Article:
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February 7, 2013

Sonshine Soup Kitchen seeks new space

Sonshine Soup Kitchen seeks larger space

DERRY — It was finally her day to help.

Twelve-year-old Dharma Paradis had waited a long time to be old enough to volunteer at the Sonshine Soup Kitchen.

Now, Dharma joins a long list of volunteers from community organizations, church groups and individuals who come to the soup kitchen at First Baptist Church to lend a hand. She is part of the St. Jude's church community in Londonderry.

"I thought it would be a good experience," Dharma said.

Sonshine has ministered to the community for 23 years, offering daily free meals in a friendly environment.

In addition to food, Sonshine also offers Bible study, personal care items and clothing.

Although First Baptist has been a successful site for the soup kitchen, supporters say it's now time to grow and find a new space.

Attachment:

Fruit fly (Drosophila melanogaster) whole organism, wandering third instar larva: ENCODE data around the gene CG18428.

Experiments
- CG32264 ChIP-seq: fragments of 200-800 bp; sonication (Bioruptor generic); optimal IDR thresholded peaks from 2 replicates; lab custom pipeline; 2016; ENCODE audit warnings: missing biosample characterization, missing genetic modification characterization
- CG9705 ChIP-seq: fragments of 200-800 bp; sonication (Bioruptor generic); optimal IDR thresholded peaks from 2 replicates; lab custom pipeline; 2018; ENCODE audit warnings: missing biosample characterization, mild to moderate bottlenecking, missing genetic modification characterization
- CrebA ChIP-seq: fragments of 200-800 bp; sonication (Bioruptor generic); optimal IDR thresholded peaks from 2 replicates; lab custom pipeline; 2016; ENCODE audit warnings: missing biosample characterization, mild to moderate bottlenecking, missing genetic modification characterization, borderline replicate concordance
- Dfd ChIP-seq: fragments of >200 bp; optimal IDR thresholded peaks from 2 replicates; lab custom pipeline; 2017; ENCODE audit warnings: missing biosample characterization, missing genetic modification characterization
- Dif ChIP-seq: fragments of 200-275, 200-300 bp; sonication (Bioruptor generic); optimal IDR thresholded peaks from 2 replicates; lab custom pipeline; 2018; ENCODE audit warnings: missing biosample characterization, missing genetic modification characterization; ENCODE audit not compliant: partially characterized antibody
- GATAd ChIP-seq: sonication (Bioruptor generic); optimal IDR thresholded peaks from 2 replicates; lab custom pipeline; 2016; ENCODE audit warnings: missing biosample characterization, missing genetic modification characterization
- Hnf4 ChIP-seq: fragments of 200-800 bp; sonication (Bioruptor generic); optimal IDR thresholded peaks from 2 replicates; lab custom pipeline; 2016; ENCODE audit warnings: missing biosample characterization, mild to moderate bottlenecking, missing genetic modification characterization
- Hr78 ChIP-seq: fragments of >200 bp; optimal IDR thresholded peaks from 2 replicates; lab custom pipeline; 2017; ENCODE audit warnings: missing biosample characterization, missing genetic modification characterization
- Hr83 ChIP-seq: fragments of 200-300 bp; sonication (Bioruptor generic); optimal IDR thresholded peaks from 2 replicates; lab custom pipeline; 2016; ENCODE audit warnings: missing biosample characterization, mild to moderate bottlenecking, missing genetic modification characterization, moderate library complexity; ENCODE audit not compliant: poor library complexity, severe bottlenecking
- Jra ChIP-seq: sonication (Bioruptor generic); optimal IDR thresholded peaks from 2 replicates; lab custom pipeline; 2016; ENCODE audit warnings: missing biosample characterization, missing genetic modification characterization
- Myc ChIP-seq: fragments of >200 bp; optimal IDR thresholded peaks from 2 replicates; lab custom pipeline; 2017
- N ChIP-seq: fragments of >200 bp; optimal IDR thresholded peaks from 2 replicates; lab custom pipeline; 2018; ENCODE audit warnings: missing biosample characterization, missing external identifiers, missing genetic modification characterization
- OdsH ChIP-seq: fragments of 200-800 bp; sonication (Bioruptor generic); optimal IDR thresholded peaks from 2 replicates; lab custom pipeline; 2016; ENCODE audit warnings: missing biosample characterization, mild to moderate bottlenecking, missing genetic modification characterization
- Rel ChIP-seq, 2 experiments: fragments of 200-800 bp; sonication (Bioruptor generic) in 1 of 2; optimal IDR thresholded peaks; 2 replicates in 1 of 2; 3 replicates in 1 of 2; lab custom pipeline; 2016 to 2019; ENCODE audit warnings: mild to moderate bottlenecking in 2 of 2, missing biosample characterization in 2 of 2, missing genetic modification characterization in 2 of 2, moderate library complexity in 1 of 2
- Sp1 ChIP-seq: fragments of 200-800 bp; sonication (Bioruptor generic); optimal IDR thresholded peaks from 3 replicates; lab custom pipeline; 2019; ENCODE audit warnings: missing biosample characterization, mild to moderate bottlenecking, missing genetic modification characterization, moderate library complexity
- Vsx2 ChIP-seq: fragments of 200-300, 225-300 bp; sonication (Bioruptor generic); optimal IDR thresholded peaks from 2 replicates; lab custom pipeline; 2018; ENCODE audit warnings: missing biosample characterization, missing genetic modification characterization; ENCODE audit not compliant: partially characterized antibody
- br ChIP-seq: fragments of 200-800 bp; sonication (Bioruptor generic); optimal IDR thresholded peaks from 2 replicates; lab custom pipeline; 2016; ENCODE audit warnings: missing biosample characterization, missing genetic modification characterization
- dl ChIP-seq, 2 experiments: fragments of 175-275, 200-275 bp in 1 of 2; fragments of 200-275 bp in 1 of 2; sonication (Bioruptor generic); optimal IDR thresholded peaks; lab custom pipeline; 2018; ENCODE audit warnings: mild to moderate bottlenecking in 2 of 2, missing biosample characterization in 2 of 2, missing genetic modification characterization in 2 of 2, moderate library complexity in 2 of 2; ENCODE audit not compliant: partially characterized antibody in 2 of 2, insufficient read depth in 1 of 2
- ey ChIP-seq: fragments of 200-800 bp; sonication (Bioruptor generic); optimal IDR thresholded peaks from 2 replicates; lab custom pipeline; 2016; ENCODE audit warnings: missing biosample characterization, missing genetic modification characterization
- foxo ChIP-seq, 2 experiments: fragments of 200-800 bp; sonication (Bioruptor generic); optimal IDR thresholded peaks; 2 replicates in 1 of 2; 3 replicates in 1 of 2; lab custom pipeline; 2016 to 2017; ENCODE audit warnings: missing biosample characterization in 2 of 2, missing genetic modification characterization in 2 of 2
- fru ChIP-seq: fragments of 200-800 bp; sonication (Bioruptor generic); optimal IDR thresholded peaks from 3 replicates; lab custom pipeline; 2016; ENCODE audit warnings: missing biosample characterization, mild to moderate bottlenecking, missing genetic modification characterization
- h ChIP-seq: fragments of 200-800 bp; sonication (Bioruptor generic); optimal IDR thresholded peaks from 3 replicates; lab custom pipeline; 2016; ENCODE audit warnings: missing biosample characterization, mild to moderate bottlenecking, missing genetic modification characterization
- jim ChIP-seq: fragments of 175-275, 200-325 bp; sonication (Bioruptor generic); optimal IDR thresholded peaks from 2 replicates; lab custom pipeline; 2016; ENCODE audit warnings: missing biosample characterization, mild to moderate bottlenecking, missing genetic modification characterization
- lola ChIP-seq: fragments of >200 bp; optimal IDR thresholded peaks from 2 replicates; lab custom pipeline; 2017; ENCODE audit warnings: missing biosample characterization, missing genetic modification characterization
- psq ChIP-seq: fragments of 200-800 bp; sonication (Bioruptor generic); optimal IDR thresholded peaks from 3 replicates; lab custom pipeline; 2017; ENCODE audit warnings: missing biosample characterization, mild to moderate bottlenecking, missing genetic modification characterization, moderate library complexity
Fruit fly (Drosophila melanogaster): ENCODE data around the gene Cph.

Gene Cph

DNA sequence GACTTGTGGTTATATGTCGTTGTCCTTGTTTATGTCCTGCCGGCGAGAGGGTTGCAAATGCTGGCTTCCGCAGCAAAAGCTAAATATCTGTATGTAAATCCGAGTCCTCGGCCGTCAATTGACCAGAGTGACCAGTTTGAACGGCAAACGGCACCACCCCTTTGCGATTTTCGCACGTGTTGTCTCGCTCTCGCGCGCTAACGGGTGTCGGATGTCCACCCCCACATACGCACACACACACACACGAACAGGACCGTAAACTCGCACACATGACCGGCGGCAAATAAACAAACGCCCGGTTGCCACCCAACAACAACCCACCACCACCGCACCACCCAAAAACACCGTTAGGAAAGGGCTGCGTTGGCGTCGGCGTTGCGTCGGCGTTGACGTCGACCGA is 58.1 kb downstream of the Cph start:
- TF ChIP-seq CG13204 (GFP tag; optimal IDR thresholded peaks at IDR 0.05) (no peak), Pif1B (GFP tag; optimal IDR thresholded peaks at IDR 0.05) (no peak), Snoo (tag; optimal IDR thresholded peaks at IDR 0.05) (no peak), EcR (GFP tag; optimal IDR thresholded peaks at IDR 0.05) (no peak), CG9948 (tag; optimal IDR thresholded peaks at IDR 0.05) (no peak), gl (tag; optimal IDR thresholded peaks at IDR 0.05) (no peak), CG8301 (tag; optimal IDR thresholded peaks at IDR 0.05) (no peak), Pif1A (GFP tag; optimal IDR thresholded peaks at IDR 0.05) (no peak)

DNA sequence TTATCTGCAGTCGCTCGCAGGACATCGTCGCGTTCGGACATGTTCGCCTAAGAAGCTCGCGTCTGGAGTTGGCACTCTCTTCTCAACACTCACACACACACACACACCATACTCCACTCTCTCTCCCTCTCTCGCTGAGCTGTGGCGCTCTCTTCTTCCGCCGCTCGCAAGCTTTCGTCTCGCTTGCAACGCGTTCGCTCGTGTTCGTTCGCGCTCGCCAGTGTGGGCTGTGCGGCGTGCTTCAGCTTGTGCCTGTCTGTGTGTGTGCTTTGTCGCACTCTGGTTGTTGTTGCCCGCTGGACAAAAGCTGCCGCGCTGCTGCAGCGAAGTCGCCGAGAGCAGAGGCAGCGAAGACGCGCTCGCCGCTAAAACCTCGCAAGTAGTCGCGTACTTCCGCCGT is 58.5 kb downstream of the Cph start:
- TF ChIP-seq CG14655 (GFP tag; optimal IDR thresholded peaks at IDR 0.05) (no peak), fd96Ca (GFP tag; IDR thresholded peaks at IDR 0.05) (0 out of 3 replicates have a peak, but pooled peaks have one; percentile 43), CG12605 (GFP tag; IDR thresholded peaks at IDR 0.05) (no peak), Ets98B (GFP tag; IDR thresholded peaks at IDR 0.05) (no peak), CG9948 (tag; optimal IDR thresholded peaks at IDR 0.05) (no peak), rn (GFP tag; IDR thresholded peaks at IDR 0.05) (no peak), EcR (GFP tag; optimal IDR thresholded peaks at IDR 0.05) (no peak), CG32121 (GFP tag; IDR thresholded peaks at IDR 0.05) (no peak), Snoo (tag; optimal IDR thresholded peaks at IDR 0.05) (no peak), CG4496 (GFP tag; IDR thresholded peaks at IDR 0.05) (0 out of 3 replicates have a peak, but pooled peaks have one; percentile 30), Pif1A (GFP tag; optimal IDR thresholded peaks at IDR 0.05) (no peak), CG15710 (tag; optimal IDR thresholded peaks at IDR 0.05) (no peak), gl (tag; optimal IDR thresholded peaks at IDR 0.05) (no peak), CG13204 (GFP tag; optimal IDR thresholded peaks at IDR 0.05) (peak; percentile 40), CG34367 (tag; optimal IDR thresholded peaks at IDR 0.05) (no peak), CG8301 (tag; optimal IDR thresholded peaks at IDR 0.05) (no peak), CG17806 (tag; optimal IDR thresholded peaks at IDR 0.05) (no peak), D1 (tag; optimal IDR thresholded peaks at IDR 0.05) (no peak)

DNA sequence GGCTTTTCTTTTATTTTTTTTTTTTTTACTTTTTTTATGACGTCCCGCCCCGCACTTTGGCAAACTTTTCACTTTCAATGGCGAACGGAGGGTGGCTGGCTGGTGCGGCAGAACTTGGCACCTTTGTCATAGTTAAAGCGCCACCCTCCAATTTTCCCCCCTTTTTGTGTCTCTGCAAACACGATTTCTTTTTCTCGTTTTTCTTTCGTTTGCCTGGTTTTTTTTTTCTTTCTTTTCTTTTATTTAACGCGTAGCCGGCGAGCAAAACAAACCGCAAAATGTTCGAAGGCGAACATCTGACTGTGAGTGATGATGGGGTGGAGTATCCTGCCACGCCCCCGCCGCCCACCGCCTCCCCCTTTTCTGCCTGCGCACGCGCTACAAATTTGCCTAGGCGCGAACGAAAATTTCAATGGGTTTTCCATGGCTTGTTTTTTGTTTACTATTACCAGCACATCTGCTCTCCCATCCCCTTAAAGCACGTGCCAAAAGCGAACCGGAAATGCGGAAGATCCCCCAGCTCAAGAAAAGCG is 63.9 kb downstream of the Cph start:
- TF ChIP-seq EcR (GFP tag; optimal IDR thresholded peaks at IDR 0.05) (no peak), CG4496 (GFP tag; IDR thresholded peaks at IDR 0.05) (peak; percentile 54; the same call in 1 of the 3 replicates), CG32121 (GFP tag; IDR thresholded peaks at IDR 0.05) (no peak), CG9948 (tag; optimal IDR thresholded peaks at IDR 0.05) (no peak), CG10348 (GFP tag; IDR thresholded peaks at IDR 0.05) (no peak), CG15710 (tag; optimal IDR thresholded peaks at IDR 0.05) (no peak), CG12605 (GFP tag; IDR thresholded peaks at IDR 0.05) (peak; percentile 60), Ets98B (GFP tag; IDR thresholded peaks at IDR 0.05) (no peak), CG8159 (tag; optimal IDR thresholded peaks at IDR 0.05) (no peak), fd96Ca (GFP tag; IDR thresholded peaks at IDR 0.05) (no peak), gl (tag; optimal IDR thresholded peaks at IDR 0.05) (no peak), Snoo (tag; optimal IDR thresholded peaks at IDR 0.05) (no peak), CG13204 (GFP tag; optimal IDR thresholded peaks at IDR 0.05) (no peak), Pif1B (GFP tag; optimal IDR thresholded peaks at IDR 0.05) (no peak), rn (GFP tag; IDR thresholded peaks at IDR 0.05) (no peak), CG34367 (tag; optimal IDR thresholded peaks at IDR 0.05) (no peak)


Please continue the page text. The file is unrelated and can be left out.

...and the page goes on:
Sonshine is embarking on a "Build to Feed" campaign to raise money to support a new location.

The drive is a 50-50-50 campaign. The group hopes to find 50 groups or individuals to raise or donate $1,000 each in 50 days to match another local grant by April 1.

With an average of 60 meals served five nights a week, space is getting tight. More and more people are coming through Sonshine's doors for meals and fellowship.

"We are trying to stay up with the demands," soup kitchen director Christine Fudala said.

There are many limitations at the current location, Fudala said, including only one restroom, no handicapped accessibility, not enough parking, limited refrigerator space, and no space to store food or clothing for the kitchen's other donation missions.

An ideal plan would be to find a new space within a half-mile of the current location, she said.

Diane Swinarski leads St. Jude's youth ministry and said coming to the soup kitchen is something she has enjoyed for about eight years.

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